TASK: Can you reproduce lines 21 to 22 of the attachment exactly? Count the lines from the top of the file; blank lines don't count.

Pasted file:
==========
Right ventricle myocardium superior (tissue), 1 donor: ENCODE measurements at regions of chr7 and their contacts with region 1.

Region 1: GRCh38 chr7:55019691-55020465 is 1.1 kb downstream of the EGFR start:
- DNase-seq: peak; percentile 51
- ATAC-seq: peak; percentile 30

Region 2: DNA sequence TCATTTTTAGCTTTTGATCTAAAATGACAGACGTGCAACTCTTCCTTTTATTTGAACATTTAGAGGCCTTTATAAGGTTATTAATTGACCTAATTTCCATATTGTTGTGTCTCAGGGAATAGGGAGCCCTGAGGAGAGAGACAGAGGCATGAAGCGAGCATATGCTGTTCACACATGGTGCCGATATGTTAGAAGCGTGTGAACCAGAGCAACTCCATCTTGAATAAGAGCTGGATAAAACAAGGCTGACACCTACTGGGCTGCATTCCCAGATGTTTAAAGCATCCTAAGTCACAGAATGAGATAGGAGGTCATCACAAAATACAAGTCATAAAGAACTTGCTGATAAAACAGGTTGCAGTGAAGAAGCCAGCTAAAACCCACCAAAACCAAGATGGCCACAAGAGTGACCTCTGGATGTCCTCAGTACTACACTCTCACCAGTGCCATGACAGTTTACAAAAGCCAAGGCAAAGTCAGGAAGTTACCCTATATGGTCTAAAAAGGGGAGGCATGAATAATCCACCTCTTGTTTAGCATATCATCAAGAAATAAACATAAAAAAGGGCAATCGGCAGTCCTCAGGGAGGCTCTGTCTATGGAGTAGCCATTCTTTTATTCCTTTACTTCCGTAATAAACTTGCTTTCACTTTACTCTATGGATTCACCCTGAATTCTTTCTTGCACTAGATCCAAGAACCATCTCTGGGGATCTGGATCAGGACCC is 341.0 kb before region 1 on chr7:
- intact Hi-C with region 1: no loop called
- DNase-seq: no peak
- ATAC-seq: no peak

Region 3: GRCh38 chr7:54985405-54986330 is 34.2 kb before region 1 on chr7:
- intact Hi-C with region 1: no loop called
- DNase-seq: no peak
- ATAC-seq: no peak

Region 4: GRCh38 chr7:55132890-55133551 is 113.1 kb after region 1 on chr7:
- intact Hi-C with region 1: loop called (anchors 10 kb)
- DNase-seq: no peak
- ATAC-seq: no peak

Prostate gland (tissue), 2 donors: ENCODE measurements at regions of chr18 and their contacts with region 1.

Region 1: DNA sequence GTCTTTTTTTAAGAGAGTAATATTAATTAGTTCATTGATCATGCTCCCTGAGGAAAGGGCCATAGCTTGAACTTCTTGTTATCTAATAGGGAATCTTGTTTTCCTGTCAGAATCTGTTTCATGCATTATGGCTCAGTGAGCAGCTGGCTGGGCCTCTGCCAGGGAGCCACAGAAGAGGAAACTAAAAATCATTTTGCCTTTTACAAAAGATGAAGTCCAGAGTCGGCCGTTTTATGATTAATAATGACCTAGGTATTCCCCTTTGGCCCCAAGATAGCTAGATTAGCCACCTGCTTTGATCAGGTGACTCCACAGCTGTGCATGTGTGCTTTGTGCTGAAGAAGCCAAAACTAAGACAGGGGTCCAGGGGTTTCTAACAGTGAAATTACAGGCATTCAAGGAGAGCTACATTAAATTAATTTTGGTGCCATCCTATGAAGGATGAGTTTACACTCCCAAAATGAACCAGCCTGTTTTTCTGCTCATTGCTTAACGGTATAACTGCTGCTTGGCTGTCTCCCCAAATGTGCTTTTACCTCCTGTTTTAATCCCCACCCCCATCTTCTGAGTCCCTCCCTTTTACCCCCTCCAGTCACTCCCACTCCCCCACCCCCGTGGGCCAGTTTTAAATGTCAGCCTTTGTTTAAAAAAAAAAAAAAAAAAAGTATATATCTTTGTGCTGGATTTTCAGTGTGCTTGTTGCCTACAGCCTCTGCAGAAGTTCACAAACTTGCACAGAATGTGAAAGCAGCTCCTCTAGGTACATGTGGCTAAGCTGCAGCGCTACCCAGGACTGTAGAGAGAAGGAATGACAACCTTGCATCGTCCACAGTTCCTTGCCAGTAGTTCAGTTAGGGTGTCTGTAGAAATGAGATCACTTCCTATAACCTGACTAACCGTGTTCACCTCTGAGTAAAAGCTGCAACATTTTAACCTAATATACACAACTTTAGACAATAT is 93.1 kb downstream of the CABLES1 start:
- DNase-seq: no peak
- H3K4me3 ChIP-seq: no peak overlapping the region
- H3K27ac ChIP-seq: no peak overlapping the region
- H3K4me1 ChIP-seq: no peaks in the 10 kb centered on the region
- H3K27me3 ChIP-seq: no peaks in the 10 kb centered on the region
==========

- H3K27ac ChIP-seq: no peak overlapping the region
- H3K4me1 ChIP-seq: no peaks in the 10 kb centered on the region